Archive for the ‘fuel economy’ Category

fuel economy improvement and where to get bang for your buck

Monday, January 19th, 2009

The NYT has a good op-ed today called “Energy Inefficient.” Towards the end, there’s this interesting paragraph:

The Union of Concerned Scientists points out that switching from an S.U.V. that gets 14 miles per gallon to one that gets 16 would save the same amount of fuel as swapping a 35-mile-a-gallon car for a 51-m.p.g. new generation gas-sipper. This is not an argument for more S.U.V.’s. It simply shows that we can wring savings from modest efficiency gains in products we already use.

Since this is somewhat counter-intuitive, I thought a brief explanation might be useful.

The confusion stems directly from the units used to express fuel economy in America. “Miles per gallon,” while perhaps clearer for consumers, is a difficult framework in which to think about resource consumption (since the resource – gallon of gas – is, by definition, fixed).

On the other hand, consider the alternative — flip the term and talk about gallons of fuel used per mile traveled. In the example above, an SUV that gets 14 mpg burns 0.0714 gallons of fuel per mile traveled, or, to make things easier, 7.14 gallons of fuel per 100 miles traveled. The car that gets 35 mpg burns 2.86 gallons of fuel per 100 miles traveled.

First of all, from the perspective of limiting absolute energy consumption, the car is clearly a better choice, and that fact should not be lost in this discussion.

But consider the impact stemming from relative improvements to the two vehicles. If I improve the SUV’s fuel economy from 14 to 16 mpg, my fuel consumption per 100 miles traveled drops by almost a gallon – from 7.14 to 6.25. In other words, I have saved one gallon of fuel as compared with my baseline scenario. To get the same improvement from the car’s baseline, I have to decrease my fuel consumption from 2.86 gallons per 100 miles traveled to 1.96, corresponding to a fuel economy improvement to 51 mpg:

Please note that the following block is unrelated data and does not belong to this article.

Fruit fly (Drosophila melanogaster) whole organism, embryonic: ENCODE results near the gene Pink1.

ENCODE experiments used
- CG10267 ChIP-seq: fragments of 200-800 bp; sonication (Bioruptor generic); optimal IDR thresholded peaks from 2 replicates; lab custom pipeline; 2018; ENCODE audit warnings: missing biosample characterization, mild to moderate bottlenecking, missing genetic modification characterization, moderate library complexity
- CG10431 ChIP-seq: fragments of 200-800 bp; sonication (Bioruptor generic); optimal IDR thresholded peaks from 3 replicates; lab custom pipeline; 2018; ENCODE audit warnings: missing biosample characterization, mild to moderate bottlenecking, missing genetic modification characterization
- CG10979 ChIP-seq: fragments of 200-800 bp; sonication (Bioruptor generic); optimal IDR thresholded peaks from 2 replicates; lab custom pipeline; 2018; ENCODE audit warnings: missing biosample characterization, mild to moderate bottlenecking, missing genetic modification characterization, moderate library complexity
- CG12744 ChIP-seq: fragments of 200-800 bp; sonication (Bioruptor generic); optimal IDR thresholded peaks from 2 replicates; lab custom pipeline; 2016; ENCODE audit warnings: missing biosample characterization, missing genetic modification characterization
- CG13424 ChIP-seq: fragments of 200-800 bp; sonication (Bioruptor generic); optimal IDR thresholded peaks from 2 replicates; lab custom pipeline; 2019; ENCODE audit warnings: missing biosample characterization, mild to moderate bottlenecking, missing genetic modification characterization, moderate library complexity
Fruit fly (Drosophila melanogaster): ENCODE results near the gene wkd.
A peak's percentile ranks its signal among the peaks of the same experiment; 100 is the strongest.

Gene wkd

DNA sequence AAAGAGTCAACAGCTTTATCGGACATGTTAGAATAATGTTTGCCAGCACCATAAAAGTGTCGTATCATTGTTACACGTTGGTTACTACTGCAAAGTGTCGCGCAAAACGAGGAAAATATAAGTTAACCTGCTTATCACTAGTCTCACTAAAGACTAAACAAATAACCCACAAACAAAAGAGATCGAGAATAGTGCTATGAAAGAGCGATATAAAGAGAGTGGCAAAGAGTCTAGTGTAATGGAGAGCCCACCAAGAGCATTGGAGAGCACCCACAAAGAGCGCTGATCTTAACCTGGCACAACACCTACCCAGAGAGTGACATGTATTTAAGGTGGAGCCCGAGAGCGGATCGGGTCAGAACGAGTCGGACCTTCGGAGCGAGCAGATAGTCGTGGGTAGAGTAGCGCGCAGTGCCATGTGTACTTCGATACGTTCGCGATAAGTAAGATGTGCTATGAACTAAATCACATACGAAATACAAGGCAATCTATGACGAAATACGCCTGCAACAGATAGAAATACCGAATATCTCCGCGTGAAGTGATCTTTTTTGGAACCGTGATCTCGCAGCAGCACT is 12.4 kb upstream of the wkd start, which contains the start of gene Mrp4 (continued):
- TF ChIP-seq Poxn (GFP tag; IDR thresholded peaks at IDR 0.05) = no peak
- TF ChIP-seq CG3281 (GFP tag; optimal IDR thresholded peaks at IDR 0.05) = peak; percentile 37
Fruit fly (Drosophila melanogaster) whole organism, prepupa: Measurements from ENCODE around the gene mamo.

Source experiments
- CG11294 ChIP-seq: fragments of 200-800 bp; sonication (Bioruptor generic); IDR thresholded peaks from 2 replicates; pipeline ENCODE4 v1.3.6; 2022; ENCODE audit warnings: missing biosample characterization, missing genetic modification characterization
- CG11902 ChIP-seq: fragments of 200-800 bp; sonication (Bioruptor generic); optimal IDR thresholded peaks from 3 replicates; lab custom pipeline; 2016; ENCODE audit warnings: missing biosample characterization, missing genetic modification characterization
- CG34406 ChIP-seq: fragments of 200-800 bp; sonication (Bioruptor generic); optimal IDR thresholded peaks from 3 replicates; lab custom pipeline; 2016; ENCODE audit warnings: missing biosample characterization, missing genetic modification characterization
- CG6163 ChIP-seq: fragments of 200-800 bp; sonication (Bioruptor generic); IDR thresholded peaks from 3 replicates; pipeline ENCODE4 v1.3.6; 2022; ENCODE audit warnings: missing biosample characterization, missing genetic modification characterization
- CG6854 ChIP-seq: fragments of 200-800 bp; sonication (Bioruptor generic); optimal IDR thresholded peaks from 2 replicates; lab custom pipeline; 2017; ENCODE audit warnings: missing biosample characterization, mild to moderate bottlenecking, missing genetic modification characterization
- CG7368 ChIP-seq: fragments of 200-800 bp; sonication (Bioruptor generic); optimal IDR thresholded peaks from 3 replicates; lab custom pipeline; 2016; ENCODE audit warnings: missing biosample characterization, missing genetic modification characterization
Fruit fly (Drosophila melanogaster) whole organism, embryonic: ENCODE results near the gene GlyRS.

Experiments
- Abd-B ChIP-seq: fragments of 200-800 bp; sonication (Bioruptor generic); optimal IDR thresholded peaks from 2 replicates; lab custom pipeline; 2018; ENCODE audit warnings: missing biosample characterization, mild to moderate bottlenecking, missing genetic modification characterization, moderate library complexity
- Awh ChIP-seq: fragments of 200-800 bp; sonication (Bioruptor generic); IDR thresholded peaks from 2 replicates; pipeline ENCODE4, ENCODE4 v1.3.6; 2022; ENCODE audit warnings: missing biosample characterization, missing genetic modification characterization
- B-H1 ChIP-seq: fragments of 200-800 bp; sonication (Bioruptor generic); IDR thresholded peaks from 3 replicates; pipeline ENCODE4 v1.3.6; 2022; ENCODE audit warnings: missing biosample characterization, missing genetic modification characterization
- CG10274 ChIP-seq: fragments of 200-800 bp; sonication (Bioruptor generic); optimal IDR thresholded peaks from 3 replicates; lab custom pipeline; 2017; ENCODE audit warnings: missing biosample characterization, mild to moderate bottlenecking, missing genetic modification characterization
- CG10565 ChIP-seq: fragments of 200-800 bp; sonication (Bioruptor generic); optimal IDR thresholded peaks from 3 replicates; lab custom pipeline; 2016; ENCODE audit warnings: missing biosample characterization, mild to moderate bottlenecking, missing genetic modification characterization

fe improvement compare

The optimal scenario would of course be to upgrade all your vehicles to 51 mpg (or more). However, given that such an ideal is often not practical or reasonable, comparative analysis as described here can be very beneficial from political, business, and personal perspectives.

Update 1/20/09:
The Energy Analysis blog has a similar post about this issue, and includes the following relevant graph showing the non-linear relationship between fuel consumption and mpg:


two good summaries of the near-future green vehicles market

Friday, January 16th, 2009


If you want to get quickly up to speed on how the US alternative fuel vehicle market is shaping up over the next few years, I recommend the following two posts:

Everything you could want to know about the plug-in hybrid and electric vehicle announcements at the Detroit auto show” (from Climate Progress via; note the excellent “ways to stay informed” links at the bottom);

Green Cars of 2008: Mega-Ginormous Summary of the Year” (from Treehugger).

Image: Treehugger

highlights from BAQ2008 – IEA

Thursday, November 27th, 2008